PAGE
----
Making sure it works where it matters

Posted on by Guy Cookson

Beyoncé in the video for Formation, directed by Melina Matsoukas

Melina Matsoukas is a Grammy award-winning music video director who has worked with numerous popular artists including Beyoncé, Rihanna and Snoop Dogg.

In a recent New Yorker profile Matsoukas revealed that when she checks her work during a shoot she uses a small twelve inch screen.

“I like to see a video through a computer or through a phone to make sure it looks good at its worst,” she explained. “I hate when you perfect something for the ideal way of consuming things and then when you see it on YouTube it looks like crap.”

This reminded me of an interview the legendary hip hop producer Dr Dre gave in 1992 when he explained he does not depend on people hearing his music through high end audio systems. “When I do a mix,” Dre explained. “The first thing I do is go down and see how it sounds in the car.”

This is something I can relate to. When we build a beautiful new website for a client it would be wonderful if every visitor used a huge ultra high definition monitor, something that gave the design space to breath, and brought out every last detail in every image.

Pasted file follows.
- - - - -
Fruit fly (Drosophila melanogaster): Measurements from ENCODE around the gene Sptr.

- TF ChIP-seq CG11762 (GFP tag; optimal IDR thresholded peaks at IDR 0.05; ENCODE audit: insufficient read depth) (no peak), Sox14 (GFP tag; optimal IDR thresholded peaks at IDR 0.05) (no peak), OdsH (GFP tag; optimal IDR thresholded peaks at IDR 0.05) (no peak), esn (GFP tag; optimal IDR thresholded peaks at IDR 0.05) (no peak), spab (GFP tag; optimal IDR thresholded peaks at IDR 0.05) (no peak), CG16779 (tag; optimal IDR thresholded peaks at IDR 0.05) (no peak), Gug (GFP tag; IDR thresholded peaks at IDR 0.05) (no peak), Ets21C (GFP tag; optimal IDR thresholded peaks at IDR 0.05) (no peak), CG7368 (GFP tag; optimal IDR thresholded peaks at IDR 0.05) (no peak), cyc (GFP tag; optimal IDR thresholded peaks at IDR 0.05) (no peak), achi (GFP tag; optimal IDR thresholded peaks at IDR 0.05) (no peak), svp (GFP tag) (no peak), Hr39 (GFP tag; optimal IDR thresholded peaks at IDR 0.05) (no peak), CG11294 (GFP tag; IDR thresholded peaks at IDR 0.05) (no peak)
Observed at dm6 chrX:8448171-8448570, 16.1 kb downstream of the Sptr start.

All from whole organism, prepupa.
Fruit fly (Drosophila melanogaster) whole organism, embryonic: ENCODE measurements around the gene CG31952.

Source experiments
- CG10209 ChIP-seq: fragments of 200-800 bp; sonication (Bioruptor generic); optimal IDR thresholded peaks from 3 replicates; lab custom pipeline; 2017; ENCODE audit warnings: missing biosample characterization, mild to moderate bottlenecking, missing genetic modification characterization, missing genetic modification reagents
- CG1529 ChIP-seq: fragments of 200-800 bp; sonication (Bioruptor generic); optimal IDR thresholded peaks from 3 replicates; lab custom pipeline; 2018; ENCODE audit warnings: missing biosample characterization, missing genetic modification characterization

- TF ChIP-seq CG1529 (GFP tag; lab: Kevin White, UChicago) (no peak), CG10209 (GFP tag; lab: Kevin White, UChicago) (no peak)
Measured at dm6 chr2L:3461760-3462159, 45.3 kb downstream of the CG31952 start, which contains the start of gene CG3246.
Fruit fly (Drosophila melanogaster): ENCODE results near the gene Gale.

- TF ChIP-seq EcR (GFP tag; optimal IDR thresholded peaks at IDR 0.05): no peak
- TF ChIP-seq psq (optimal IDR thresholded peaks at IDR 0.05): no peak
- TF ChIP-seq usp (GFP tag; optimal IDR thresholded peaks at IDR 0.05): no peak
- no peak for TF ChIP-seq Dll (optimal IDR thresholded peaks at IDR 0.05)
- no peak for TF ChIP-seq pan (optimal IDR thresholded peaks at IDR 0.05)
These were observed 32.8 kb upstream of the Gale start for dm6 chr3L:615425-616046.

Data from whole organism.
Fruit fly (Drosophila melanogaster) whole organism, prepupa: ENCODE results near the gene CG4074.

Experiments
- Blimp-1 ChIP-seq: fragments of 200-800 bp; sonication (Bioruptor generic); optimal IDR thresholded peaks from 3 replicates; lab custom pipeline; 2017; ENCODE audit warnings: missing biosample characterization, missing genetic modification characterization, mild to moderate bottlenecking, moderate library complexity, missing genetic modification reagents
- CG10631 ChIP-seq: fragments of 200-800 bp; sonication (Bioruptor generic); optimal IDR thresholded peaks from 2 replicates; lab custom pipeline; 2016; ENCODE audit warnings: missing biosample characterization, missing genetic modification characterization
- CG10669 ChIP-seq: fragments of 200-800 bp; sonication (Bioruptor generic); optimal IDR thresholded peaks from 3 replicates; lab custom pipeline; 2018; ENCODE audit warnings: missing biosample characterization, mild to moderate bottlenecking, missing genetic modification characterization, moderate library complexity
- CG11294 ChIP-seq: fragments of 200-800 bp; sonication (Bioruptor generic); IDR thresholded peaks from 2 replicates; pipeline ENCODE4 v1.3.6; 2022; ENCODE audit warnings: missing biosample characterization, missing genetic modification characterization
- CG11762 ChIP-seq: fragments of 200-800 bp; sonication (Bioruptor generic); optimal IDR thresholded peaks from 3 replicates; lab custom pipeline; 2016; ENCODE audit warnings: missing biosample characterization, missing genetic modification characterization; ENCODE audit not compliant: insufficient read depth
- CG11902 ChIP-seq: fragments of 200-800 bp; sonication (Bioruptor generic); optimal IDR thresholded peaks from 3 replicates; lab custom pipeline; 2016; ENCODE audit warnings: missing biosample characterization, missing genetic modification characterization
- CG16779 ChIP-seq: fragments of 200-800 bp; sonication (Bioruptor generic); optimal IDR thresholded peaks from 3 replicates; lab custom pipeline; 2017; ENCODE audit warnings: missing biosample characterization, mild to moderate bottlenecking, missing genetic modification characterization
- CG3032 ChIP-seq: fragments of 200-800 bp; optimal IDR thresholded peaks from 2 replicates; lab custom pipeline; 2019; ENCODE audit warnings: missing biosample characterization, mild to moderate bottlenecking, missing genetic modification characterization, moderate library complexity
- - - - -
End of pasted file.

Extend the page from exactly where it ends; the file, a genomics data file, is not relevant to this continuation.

But the majority of people now use the small screen on their phone to browse. They might also be in a hurry, or distracted, with one eye on the TV.

This is why we design websites to work perfectly on devices with different screen sizes and make sure the tasks visitors are most likely to undertake are fast and easy to accomplish.

Great work does not need perfect conditions. In an interview a couple of years ago Bob Dylan recalled lying on his bed as a child in Minnesota listening to a radio station his set could only just pick up from over 1,000 miles south in Louisiana, above the static and hiss, “I remember listening to The Staple Singers’ Uncloudy Day. And it was the most mysterious thing I’d ever heard.”

I think of this when I see teenagers gathered around a phone playing a song through a tiny loudspeaker competing with the sound of traffic, mouthing every single word.

Dr Dre and Snoop Dogg on the hood of a Cadillac de Ville in Los Angeles in 1993. Photo by Mark Seliger for Rolling Stone.

This post first appeared in the Lancaster Guardian where I write a weekly column.

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